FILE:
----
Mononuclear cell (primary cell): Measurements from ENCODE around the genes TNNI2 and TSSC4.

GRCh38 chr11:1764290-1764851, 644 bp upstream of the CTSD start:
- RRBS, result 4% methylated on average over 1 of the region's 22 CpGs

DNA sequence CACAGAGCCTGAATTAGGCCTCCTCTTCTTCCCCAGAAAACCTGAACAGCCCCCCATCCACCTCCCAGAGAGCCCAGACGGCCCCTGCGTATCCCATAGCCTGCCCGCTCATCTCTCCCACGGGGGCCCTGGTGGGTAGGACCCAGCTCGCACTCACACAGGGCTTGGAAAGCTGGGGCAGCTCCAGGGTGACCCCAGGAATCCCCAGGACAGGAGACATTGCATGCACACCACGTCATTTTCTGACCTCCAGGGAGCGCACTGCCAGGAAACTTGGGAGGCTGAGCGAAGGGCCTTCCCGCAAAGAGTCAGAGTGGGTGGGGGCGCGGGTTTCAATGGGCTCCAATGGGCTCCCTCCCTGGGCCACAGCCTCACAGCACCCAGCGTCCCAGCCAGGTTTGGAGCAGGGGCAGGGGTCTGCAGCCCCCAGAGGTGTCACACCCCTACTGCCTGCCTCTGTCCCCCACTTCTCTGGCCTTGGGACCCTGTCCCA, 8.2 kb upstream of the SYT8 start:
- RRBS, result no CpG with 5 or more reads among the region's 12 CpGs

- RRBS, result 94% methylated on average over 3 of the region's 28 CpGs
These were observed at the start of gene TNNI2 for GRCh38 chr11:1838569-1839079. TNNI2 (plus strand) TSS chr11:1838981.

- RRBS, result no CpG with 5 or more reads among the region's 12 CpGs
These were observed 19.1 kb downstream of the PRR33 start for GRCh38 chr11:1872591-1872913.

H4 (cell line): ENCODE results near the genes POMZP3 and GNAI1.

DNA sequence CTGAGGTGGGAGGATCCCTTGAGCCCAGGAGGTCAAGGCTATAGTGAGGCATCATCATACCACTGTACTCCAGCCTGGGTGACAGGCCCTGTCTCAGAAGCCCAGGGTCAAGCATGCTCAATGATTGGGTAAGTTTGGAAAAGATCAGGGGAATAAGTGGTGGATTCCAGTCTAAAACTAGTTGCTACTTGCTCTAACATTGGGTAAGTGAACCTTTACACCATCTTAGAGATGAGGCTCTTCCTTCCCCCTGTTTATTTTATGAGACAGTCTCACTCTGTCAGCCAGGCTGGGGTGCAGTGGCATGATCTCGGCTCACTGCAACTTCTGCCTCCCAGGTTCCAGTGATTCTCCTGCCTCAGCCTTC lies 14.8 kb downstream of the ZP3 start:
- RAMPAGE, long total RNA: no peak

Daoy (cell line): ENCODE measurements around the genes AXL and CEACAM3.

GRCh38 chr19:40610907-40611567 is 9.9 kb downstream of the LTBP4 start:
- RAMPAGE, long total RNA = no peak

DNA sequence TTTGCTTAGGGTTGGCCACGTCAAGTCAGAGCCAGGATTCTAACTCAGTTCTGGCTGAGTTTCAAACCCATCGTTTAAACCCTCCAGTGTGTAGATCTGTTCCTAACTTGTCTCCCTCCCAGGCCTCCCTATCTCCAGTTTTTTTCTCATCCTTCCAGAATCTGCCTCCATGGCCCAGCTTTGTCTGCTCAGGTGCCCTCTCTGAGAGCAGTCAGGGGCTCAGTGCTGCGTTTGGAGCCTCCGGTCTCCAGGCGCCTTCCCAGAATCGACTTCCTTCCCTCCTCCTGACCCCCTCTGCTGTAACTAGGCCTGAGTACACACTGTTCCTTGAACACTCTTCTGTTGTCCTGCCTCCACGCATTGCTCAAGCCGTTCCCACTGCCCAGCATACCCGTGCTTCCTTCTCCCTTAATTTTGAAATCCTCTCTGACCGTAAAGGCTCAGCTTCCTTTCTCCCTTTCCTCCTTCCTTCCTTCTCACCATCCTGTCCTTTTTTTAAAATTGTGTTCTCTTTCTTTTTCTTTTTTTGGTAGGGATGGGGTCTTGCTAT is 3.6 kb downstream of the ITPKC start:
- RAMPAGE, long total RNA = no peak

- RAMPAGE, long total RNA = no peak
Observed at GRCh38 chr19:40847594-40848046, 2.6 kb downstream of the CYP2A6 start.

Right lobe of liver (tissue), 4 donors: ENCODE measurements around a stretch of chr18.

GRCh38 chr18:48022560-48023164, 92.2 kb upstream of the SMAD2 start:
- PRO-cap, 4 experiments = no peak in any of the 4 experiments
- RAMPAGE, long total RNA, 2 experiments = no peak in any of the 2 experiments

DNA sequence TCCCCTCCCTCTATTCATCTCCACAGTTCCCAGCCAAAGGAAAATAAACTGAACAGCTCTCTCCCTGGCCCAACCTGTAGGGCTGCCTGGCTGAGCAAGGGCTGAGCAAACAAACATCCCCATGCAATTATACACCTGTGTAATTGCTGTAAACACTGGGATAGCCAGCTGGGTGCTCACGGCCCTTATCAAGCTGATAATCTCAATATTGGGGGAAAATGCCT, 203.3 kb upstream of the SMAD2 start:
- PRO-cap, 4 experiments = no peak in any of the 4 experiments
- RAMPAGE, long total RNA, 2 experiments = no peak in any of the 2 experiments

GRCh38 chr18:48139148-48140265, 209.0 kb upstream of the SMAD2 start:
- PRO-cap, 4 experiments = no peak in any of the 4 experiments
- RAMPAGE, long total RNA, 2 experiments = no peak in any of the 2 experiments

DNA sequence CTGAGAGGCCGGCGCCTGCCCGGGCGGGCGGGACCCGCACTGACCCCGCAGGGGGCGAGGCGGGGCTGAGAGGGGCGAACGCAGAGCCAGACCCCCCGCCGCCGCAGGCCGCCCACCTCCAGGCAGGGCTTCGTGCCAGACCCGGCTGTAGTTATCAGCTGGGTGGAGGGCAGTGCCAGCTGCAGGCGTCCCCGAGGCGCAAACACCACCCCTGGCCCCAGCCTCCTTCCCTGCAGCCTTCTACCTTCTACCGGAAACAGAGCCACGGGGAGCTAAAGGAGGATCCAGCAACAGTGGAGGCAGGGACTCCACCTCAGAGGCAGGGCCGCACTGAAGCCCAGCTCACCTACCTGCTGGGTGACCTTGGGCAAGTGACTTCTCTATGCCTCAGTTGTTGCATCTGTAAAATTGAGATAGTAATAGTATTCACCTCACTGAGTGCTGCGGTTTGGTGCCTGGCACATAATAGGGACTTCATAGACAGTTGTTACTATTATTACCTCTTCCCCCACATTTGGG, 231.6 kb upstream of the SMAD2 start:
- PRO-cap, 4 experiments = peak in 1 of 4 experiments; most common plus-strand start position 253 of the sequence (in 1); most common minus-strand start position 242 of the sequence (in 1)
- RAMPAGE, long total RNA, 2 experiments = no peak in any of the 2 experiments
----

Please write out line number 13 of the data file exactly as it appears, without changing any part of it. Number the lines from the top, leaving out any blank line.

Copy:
Daoy (cell line): ENCODE measurements around the genes AXL and CEACAM3.